Tuesday, May 1, 2012

Bittman's Broiled Chicken Wings



Plans to move items out of the freezer meant I could use three pounds of wings as part of a batch of stock or I could cook up a batch of wings. Considering how wings go for a premium it seemed a waste to just cook the flavors out of them. Rather than agonize over finding the "perfect" wing recipe, I looked to one of the books on my shelf. Conveniently, the tarragon leftover from the chicken tart recipe was still looking good.

Broiled Chicken Wings
adapted from Bittman's How to Cook Everything, 1998 edition
click to print

3 lbs drumettes and flatwings, rinsed and patted dry
2 tbsp extra-virgin olive oil
salt, to taste
pepper, to taste
2 tbsp freshly squeezed lemon juice
1 tbsp minced fresh tarragon (or chervil or basil leaves)

Place a broiler rack and pan 4-6 inches from heat source and preheat.
Combine 1 tablespoon olive oil and some salt and pepper in a large bowl.
 

Add wings and toss to coat.


Place the pieces on the rack and cook 4-5 minutes or until the first side begins to brown.
 
This took 8 minutes for me.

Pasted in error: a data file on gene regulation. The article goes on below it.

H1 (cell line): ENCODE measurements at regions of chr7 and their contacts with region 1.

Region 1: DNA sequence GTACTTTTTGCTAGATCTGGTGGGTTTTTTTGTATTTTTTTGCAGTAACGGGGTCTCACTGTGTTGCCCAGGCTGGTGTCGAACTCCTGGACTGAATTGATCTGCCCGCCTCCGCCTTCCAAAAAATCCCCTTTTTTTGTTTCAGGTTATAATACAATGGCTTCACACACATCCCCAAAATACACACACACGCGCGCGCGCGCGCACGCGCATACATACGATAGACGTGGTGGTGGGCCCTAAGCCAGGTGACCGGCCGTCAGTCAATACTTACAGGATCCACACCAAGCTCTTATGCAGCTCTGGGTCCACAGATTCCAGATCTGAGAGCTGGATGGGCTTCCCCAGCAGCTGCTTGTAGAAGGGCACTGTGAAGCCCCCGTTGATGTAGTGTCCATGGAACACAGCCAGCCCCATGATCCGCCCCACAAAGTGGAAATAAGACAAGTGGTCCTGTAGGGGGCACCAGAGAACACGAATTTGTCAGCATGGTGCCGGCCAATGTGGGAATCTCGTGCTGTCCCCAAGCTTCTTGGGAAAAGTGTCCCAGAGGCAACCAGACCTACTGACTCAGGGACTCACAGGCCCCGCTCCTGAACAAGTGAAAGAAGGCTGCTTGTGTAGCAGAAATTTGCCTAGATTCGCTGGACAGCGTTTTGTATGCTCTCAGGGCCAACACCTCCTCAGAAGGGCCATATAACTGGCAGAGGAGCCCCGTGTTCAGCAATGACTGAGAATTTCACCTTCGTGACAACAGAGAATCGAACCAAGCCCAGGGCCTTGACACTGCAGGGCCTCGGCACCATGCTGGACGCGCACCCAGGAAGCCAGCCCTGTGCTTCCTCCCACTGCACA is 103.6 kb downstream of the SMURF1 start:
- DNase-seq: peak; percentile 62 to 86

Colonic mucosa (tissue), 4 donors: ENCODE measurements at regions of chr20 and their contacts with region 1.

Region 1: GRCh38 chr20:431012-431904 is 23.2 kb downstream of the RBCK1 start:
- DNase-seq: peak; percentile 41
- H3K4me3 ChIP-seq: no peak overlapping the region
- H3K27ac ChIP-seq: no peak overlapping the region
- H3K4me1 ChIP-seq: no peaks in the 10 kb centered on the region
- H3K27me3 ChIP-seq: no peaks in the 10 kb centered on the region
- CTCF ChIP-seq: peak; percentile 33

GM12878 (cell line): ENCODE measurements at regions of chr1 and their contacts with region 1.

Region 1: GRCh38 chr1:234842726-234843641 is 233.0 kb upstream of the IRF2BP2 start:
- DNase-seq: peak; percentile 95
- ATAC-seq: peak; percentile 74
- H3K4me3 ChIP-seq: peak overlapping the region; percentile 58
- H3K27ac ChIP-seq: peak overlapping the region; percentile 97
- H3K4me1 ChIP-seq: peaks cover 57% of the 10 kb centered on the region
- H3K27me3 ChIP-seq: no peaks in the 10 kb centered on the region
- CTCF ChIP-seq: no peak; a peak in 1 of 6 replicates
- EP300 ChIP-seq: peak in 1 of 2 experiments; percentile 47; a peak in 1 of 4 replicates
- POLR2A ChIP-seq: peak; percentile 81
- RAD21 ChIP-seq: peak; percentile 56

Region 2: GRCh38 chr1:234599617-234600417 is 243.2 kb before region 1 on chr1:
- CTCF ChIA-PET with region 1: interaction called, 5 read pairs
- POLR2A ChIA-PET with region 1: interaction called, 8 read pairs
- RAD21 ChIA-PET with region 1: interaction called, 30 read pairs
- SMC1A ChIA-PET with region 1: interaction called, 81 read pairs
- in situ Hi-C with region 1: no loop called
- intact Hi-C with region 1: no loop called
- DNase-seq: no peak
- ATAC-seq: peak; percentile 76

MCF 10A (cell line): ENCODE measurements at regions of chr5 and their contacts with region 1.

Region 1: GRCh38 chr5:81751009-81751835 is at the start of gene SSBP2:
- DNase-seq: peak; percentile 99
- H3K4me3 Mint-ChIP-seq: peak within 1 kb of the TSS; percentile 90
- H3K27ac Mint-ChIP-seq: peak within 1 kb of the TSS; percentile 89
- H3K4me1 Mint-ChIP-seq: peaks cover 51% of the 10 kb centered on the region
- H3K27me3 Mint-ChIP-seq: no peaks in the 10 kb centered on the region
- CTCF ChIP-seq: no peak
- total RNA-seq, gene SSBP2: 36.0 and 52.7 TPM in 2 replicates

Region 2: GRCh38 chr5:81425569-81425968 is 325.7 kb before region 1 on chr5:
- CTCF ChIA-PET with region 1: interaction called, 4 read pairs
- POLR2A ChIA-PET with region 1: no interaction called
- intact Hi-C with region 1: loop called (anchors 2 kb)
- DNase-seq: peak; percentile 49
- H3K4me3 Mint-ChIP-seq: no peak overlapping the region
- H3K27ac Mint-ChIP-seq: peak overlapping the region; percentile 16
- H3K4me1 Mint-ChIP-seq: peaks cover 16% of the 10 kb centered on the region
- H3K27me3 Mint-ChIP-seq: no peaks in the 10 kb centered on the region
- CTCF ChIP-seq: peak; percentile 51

Flip the pieces and broil until the second side begins to brown, about 5-6 minutes.
 

Meanwhile, combine the remaining 1 tablespoon olive oil, lemon juice, and tarragon.


Brush the wings lightly with the olive oil mixture.


Continue to cook, turning once or twice more, until nicely browned all over, about 10 minutes total.
  

Give a final brush and serve.



These turned out a little on the dry side even though total cooking time was about what Bittman's recipe counted on. Initial wing browning took a few minutes longer than expected but once the wings were brushed with the oil mixture the final cooking time was cut down by 5-10 minutes. I'd keep a close eye on them if you use closer to two pounds of drumettes and flatwings, which I recommended -- unless you increase the volume of oil, lemon juice and tarragon.

The oil mixture quantity was not enough for my three pounds of wing pieces; the first pass with the brush left hardly any mixture for the final brushing. And that means the flavors were a little on the light side, not what I'd call an explosion by any means yet still good. Since the wings were broiled, the skin was fantastically crisp and not at all rubbery or chewy. That was a certain win for me.

Would I do these again? Certainly. And I'll cut the chicken quantity and cooking time down by 1/3.

Cost:
  • wings: $2.37
  • olive oil: $0.08
  • lemon: $0.31
  • tarragon: $0.65
Total: $3.41 or $0.85 for each of four servings.


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